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What this Lockdown means for the Housing Market

New Zealand coronavirus lockdown to stop coronavirus - 3D illustration

If there is one key similarity between New Zealand’s 2020 lockdown and the one we are experiencing now in 2021, is that there is an accelerating growth in house prices.

Within the March quarter last year, Auckland’s house prices rose from 0.5% to 3.5%. While the rest of the country saw an increase from 2% to 3.2%.

Fast forward to July 2021, Auckland’s house prices had an increase of 3.3% compared to last year and the rest of the country increased by 2.4%. These figures indicate that we can only expect this trend to continue and house prices continue to rise. 

2020 Lockdown vs 2021 Lockdown

However, there are some key differences between this lockdown and the one last year. In March 2020, the Reserve Bank cut interest rates by 0.75% and removed LVR restrictions. This increased buyer’s ability to purchase more properties and ignited the market.

This year the Reserve Bank has announced plans to reduce the amount of low deposit lending as well as limit lending to investors including debt to income restrictions. Once this has been implemented, we may see a slight decline in the spend of sales. However, with how much demand there currently is for property all over New Zealand, we may not even notice any change at all. 

The finance minister has instructed the Reserve Bank to work towards dissuading investors from buying existing properties while making the process more sustainable for younger buyers.

Differences in Lockdowns for the Housing Market
Differences in Lockdowns for the Housing Market

What can we expect after the lockdown?

Market commentators were predicting house values to decrease between 5%-15% due to Covid-19 and after our first lockdown in 2020. However, quite the opposite occurred, and 2020 was the most dramatic year for house price inflation in New Zealand’s history. House prices increased by 30% over the course of just 12 months. 

There are three post-lockdown stimuli which drove the rush of activity:

  1. Official cash rate 0.75 in March 2020. This had a big impact on mortgage interest rates as it gave banks the opportunity to drop their interest rates to historically low levels.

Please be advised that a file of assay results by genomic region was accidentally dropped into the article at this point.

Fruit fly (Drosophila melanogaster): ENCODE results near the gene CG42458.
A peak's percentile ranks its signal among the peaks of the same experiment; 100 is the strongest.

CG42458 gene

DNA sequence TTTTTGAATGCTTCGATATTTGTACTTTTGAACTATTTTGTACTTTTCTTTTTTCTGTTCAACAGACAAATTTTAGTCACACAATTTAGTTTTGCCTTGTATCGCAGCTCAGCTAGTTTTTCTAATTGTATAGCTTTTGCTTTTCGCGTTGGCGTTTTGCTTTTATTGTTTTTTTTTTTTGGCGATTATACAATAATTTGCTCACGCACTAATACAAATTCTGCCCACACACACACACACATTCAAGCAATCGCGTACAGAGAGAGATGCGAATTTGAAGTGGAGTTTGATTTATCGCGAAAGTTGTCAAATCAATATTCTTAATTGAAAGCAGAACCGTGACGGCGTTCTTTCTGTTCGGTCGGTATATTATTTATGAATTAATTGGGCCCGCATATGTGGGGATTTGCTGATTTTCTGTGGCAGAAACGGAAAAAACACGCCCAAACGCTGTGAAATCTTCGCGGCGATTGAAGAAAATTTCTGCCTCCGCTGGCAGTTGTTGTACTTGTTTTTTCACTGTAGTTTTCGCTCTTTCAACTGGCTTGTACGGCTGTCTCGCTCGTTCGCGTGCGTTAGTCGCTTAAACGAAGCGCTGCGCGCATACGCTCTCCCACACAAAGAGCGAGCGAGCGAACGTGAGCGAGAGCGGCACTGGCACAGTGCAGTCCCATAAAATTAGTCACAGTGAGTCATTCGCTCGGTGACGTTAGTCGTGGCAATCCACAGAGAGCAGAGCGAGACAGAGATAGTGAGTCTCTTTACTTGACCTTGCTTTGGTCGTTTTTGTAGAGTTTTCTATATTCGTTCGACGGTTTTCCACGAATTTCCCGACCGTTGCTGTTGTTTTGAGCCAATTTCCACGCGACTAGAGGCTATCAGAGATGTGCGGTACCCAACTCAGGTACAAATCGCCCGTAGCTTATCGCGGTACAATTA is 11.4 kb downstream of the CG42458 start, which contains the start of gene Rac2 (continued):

You might ask: “Why did this occur?”

  1. A month after the drop in the OCR, the Reserve Bank removed the loan to value ratio (LVR) restrictions in their entirety. These restrictions were not reducing house prices or stabilising the market and were major obstacles to first home buyers. So, the temporary removal opened the doors for many people.
  1. The third stimulus was in December 2020 when the Reserve Bank flagged that it was going to reintroduce the LVR restriction in March 2021. This heavily encouraged many first home buyers and investors to buy.

These are the three clear reasons for the exponential growth in property prices caused by the Reserve Bank.

The impact caused by the Reserve Bank
The impact caused by the Reserve Bank

Can this happen again?

Although the Reserve Bank is unlikely to drop the OCR or remove LVR’s again, they did delay their expected increase in the OCR by 6 weeks and reaffirmed that it is expected to increase at the next announcement.

We saw what happened last year when the Reserve Bank flagged its intention to reintroduce the LVR roles and the way people rushed to ‘get in’ before the door was closed so they didn’t have ‘FOMO’.

Could the same thing happen with interest rates this time round?

All we can say is if a home captures your eye maybe now is the time to act! Check out our latest listings and enquire today

Thanks for reading! Want to see more of news for the Housing Market? Then check out more on the DDL Homes Blog.

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